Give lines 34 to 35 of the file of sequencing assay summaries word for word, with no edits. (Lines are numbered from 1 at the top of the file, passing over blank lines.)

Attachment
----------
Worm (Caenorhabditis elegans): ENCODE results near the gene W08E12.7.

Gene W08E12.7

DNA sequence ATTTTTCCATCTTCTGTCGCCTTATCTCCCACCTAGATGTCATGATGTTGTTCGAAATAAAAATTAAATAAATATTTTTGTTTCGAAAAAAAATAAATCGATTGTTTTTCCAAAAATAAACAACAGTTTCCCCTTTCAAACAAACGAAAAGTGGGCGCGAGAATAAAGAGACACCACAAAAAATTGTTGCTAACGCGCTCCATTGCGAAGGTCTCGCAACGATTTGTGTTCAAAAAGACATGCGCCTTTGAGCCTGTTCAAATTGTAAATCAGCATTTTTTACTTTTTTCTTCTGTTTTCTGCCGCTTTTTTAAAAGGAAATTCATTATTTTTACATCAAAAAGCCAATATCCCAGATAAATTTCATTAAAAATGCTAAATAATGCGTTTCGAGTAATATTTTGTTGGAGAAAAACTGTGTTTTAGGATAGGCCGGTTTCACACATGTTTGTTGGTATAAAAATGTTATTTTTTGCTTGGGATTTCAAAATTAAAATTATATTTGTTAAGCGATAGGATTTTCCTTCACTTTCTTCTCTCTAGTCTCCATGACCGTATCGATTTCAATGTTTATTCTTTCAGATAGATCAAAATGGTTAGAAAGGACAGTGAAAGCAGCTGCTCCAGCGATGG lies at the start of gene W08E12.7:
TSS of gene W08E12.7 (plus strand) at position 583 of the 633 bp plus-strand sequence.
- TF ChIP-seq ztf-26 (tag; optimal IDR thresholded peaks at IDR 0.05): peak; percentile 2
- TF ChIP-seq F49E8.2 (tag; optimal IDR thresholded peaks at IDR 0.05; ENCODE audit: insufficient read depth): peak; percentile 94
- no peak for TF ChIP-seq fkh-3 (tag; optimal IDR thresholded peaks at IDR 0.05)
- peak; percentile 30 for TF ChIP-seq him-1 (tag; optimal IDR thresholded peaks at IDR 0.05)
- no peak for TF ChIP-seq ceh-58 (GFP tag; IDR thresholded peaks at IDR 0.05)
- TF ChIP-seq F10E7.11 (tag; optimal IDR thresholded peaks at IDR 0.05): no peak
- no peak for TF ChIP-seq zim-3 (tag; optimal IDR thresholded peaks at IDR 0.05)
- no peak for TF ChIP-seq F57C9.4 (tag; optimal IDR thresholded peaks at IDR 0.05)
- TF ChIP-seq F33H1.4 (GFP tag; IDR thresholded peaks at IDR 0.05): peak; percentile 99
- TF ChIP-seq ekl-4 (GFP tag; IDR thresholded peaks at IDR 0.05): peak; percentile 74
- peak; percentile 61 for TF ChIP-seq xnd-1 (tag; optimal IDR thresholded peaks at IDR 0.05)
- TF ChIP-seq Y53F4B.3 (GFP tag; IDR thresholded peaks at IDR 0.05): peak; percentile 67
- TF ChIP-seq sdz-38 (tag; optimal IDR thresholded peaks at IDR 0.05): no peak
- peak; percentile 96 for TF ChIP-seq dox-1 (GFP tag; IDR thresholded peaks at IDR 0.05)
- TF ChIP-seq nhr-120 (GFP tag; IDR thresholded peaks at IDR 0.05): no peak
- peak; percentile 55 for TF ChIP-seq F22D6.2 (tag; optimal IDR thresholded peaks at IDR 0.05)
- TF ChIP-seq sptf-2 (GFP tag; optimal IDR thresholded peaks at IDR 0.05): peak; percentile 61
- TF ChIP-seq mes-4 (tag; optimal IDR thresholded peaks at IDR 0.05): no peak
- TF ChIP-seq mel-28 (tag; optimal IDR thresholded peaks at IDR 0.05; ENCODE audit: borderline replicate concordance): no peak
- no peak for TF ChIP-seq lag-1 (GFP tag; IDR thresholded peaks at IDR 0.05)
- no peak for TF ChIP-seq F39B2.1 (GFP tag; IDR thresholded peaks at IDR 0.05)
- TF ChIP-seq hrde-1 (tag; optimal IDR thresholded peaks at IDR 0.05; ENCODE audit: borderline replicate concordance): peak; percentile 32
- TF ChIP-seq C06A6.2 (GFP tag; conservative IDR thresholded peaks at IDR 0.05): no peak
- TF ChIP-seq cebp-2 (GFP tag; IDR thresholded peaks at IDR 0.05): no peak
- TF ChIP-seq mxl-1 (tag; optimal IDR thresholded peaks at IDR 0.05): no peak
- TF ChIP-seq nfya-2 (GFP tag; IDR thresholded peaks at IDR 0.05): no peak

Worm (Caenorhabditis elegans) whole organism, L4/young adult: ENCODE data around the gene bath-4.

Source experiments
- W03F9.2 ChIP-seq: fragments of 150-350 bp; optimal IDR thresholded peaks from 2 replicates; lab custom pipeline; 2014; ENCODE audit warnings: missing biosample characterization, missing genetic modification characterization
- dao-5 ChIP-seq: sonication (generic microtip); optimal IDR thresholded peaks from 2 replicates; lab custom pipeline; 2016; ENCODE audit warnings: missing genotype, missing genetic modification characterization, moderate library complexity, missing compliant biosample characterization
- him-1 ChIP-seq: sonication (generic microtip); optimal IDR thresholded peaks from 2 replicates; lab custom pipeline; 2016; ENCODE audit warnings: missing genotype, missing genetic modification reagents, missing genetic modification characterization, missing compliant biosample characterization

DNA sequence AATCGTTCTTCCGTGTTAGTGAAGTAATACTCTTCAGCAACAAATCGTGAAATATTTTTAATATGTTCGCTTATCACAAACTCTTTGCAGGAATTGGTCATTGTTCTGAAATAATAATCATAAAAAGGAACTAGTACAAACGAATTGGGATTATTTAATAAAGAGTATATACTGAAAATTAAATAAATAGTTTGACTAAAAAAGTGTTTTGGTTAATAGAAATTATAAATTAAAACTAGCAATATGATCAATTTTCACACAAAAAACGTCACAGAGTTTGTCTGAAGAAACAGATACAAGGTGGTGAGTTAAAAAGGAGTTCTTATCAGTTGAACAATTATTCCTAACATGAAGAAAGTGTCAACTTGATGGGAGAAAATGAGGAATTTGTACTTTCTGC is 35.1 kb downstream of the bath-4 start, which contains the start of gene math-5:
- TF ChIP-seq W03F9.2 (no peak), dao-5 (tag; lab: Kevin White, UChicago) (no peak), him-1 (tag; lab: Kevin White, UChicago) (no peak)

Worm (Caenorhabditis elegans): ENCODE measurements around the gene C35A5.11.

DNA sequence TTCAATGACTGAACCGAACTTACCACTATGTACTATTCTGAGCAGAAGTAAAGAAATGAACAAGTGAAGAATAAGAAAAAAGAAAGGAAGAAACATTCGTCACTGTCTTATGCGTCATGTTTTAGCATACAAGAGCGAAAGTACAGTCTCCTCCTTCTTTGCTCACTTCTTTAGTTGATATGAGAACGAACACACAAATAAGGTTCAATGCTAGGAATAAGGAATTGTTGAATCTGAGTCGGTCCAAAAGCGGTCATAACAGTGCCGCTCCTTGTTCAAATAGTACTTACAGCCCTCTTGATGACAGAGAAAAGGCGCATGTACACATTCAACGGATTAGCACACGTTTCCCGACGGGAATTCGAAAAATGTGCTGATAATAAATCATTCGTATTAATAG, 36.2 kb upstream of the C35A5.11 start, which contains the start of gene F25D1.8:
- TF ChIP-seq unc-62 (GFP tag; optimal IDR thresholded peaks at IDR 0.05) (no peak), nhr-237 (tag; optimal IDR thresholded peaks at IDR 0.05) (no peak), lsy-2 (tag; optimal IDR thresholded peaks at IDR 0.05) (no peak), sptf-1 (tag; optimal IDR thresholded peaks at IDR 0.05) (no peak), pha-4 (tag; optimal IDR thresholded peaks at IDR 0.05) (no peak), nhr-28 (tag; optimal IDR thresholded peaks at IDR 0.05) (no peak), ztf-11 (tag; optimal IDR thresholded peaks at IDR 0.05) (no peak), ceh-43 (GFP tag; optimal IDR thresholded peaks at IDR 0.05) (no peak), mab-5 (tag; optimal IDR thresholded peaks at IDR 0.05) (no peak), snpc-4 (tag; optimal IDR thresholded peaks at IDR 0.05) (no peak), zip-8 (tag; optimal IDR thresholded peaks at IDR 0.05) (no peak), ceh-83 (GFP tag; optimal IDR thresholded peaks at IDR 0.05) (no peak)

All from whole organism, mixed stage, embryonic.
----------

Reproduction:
- dao-5 ChIP-seq: sonication (generic microtip); optimal IDR thresholded peaks from 2 replicates; lab custom pipeline; 2016; ENCODE audit warnings: missing genotype, missing genetic modification characterization, moderate library complexity, missing compliant biosample characterization
- him-1 ChIP-seq: sonication (generic microtip); optimal IDR thresholded peaks from 2 replicates; lab custom pipeline; 2016; ENCODE audit warnings: missing genotype, missing genetic modification reagents, missing genetic modification characterization, missing compliant biosample characterization